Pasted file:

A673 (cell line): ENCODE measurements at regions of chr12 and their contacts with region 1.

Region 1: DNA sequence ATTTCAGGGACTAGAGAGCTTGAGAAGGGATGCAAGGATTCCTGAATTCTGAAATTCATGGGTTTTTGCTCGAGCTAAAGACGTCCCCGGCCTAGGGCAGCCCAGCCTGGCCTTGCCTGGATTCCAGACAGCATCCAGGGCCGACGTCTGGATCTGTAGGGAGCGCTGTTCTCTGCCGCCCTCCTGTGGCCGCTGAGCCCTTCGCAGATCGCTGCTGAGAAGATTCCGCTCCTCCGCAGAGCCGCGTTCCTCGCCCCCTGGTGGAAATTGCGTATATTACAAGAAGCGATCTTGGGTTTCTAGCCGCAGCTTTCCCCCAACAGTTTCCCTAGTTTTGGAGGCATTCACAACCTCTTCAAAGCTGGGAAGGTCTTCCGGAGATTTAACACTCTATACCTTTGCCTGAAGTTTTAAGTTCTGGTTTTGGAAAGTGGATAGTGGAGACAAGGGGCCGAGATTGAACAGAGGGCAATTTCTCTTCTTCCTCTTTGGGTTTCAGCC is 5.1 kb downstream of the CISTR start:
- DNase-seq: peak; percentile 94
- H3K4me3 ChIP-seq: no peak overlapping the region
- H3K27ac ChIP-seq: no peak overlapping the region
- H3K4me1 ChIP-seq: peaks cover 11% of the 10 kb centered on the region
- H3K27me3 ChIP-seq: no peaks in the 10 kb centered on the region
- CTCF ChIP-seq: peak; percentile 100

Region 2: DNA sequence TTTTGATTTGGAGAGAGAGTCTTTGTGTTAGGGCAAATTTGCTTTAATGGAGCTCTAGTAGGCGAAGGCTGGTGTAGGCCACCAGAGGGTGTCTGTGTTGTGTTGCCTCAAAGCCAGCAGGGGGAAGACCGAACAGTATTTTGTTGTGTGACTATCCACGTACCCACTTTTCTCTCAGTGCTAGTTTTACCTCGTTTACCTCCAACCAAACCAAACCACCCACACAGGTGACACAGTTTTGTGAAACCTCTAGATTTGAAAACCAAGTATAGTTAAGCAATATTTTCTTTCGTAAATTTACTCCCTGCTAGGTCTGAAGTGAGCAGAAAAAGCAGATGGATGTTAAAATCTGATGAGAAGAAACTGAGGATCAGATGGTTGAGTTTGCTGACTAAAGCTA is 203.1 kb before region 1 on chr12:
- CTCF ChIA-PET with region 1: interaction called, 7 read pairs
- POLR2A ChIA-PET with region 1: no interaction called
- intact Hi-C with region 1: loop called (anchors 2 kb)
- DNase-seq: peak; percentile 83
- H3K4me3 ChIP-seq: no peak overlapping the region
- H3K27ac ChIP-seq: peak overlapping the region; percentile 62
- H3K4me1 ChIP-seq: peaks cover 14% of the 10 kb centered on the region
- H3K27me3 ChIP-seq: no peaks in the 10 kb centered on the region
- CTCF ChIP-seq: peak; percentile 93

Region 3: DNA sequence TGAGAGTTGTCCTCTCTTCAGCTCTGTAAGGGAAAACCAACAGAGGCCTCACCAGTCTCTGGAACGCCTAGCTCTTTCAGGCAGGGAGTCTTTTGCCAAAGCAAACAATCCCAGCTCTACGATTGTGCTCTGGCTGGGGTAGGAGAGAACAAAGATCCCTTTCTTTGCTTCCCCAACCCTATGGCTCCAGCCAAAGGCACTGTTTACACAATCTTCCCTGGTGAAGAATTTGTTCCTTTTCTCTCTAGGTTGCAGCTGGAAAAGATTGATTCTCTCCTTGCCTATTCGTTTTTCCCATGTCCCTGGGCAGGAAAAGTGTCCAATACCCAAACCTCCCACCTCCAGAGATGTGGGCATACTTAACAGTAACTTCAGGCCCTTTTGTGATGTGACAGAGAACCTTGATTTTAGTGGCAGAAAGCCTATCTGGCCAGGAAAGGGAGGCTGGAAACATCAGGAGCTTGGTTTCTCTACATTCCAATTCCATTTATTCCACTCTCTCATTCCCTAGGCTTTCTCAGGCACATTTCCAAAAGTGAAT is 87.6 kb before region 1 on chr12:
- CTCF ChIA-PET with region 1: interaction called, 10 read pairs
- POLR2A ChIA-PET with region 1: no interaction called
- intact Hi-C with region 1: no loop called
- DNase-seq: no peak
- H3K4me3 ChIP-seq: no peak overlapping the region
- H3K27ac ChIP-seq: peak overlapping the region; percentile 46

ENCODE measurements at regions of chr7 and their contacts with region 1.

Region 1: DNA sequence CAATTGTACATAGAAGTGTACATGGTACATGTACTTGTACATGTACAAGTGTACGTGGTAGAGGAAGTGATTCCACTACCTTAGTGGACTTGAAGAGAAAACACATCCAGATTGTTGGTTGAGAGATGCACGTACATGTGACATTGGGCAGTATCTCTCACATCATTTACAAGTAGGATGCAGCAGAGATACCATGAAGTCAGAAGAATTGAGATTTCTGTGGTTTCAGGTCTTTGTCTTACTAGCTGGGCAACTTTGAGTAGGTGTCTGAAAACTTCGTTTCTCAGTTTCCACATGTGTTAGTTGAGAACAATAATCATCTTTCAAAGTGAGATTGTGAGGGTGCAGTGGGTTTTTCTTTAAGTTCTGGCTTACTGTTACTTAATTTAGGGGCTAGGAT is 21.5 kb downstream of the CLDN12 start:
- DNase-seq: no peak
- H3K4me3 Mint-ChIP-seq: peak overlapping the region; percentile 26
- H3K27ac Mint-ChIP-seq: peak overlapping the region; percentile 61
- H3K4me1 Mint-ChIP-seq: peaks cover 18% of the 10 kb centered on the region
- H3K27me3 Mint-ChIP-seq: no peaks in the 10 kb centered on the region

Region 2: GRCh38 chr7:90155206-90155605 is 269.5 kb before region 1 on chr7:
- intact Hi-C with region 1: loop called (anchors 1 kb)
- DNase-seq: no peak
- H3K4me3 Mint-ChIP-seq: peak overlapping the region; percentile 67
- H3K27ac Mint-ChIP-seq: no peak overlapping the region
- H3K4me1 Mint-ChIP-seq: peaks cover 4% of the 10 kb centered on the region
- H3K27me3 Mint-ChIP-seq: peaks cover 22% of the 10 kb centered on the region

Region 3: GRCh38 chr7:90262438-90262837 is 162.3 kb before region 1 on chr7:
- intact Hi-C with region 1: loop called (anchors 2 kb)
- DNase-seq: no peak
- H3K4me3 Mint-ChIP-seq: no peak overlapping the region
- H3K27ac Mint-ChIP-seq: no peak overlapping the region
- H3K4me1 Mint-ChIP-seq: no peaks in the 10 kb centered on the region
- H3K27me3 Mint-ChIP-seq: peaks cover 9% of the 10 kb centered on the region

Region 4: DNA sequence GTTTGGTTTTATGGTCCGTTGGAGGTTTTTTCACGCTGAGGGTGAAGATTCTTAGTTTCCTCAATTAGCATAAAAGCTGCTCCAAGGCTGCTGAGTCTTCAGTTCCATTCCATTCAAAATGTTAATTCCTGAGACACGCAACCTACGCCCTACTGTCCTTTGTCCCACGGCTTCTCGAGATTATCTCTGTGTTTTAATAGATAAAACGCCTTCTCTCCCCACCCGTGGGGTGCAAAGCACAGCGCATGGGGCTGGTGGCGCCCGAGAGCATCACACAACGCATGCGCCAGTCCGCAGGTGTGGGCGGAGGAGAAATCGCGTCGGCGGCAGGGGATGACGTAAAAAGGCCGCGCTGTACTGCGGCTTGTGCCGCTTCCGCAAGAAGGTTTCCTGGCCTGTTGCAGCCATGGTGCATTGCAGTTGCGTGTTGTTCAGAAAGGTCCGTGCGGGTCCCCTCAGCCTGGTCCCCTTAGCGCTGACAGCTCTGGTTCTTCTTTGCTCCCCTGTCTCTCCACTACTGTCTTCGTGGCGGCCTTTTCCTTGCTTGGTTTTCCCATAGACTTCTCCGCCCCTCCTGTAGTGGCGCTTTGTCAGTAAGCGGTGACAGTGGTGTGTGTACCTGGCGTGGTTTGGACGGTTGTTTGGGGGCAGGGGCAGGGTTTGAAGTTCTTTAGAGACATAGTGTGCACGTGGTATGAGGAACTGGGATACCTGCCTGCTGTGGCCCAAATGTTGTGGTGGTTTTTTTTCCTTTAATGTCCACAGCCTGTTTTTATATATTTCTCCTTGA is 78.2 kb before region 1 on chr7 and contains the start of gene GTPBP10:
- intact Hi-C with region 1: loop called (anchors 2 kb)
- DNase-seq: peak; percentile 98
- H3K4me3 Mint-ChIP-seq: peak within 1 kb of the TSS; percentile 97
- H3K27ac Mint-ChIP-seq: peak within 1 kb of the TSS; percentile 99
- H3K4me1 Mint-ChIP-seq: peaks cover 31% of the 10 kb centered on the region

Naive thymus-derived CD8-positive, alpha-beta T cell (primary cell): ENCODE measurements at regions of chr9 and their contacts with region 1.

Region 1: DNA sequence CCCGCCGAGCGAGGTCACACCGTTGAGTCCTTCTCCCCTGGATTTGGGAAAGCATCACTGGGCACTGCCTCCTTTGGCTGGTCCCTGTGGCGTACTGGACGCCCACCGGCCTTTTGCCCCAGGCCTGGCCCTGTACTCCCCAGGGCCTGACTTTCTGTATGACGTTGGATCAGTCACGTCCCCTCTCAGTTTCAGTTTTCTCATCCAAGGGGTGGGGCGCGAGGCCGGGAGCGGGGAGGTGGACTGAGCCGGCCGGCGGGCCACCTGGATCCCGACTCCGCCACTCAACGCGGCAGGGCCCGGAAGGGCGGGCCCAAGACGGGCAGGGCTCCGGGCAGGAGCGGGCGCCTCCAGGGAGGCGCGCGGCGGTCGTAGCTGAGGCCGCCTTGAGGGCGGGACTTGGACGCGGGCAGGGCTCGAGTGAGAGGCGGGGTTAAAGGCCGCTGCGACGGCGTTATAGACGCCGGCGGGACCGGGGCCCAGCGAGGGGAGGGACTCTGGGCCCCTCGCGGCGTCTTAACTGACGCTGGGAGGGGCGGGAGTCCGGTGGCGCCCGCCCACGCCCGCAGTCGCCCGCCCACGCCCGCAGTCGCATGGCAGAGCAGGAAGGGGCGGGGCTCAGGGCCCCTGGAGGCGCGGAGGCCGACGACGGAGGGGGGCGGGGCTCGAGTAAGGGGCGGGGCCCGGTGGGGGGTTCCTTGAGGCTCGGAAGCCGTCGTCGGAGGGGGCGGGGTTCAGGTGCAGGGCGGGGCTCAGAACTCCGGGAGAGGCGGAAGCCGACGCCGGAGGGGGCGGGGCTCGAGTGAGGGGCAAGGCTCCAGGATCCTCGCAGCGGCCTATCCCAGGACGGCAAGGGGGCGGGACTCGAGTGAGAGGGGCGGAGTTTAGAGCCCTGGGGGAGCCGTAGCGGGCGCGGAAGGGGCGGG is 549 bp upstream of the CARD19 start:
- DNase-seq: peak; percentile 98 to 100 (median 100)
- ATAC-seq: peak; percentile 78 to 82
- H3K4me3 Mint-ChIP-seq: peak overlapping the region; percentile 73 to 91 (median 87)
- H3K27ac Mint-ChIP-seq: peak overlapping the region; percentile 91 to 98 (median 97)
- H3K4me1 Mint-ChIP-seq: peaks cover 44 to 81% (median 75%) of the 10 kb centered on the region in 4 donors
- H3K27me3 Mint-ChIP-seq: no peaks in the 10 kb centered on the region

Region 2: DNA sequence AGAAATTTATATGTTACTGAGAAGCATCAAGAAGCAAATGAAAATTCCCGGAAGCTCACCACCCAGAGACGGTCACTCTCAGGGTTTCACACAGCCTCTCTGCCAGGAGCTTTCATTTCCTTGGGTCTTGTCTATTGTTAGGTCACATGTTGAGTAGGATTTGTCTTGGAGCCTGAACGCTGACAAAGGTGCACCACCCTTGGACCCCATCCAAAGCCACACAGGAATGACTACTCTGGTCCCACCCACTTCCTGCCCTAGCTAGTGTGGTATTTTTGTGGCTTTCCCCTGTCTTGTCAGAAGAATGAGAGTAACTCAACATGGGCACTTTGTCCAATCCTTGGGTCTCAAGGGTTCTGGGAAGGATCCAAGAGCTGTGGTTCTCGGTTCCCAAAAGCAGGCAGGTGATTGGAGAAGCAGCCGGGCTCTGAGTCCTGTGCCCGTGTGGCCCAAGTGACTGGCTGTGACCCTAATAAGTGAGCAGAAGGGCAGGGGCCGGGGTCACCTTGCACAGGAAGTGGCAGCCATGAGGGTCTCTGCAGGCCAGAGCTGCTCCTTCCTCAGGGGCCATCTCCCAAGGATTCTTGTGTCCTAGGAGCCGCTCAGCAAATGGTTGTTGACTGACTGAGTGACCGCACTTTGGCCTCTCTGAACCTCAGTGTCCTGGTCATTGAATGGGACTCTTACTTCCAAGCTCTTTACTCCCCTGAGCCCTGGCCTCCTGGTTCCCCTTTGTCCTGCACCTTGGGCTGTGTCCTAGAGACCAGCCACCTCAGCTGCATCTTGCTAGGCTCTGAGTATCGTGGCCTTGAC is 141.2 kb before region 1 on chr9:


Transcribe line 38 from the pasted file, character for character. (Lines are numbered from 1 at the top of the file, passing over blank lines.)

- H3K4me1 Mint-ChIP-seq: peaks cover 4% of the 10 kb centered on the region